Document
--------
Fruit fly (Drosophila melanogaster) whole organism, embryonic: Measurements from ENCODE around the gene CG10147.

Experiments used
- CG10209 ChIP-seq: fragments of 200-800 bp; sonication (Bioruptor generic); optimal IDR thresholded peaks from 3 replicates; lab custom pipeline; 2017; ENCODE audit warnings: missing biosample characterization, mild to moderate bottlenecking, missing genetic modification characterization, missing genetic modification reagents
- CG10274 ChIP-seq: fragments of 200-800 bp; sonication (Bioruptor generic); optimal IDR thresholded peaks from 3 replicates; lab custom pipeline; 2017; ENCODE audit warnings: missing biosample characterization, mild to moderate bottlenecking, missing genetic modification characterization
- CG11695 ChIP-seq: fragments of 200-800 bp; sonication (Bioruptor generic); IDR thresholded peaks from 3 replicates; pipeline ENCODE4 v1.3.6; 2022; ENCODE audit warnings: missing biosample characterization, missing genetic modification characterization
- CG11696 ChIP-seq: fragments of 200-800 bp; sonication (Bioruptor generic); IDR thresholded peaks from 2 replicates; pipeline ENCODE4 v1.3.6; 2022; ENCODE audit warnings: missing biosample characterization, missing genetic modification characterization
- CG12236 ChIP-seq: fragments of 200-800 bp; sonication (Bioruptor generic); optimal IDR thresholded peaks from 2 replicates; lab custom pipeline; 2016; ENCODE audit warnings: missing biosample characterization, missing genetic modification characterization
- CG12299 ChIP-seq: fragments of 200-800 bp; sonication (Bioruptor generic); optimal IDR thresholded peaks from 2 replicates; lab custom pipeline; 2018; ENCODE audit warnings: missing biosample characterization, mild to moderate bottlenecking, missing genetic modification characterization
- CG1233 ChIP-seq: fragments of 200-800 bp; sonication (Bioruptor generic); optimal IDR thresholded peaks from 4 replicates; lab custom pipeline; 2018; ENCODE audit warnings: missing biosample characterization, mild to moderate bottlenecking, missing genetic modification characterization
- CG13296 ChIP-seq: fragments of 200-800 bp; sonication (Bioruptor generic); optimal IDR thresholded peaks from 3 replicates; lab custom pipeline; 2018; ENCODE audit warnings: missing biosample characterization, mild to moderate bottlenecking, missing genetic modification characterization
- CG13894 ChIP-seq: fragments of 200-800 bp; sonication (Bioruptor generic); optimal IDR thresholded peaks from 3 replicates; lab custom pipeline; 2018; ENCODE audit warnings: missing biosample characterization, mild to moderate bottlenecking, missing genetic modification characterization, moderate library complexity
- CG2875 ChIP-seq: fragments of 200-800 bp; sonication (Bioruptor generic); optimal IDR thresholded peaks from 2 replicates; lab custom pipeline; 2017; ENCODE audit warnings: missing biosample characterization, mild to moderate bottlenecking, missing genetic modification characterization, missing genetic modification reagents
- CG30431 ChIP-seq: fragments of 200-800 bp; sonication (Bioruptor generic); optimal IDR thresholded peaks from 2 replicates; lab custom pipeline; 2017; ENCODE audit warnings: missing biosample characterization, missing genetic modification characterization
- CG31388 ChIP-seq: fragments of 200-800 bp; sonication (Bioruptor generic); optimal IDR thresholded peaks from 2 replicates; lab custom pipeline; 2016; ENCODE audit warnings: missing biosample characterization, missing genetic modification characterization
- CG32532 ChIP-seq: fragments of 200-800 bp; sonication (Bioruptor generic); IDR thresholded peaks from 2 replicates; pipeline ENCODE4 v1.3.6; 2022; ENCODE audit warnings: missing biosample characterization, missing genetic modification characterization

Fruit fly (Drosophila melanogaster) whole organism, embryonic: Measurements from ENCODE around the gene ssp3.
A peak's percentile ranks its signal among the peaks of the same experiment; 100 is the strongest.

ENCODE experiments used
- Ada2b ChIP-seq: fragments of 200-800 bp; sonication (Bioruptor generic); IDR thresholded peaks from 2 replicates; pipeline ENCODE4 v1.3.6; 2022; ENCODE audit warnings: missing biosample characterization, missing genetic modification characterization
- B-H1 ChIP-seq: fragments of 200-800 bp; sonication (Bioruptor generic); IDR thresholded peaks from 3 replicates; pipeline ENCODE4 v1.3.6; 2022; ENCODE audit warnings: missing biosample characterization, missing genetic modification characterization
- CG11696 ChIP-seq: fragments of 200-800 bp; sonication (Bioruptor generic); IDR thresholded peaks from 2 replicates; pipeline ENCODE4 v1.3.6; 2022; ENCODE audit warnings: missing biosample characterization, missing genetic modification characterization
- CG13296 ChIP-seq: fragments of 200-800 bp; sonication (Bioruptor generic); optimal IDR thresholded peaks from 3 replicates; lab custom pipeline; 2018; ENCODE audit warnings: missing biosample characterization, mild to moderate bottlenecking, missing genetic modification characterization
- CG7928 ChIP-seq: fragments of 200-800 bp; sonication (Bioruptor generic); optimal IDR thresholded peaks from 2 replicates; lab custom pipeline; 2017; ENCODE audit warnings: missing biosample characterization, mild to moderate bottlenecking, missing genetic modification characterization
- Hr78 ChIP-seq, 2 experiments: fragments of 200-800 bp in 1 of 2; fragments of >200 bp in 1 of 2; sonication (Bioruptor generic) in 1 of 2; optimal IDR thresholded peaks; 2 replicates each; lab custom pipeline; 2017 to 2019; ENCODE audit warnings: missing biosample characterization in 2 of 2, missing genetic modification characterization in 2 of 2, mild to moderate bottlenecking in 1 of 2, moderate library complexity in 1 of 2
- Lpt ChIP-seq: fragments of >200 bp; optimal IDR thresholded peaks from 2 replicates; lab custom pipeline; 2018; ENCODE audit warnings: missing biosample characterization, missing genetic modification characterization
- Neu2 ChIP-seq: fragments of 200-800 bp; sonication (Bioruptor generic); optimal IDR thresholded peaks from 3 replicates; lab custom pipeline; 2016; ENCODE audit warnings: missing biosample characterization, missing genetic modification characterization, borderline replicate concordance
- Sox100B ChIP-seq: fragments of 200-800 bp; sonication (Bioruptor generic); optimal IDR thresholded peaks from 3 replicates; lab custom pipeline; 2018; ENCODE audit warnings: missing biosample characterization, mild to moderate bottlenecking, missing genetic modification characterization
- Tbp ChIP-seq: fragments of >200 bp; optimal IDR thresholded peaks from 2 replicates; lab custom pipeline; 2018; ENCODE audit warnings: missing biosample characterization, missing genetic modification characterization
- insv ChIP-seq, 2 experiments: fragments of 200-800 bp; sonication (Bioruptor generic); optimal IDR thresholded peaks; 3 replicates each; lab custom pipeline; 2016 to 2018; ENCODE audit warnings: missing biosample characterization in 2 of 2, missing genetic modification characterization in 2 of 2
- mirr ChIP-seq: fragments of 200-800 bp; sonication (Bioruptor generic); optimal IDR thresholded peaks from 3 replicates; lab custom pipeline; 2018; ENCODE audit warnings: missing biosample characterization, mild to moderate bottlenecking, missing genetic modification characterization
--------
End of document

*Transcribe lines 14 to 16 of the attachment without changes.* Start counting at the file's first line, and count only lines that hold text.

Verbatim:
- CG31388 ChIP-seq: fragments of 200-800 bp; sonication (Bioruptor generic); optimal IDR thresholded peaks from 2 replicates; lab custom pipeline; 2016; ENCODE audit warnings: missing biosample characterization, missing genetic modification characterization
- CG32532 ChIP-seq: fragments of 200-800 bp; sonication (Bioruptor generic); IDR thresholded peaks from 2 replicates; pipeline ENCODE4 v1.3.6; 2022; ENCODE audit warnings: missing biosample characterization, missing genetic modification characterization

Fruit fly (Drosophila melanogaster) whole organism, embryonic: Measurements from ENCODE around the gene ssp3.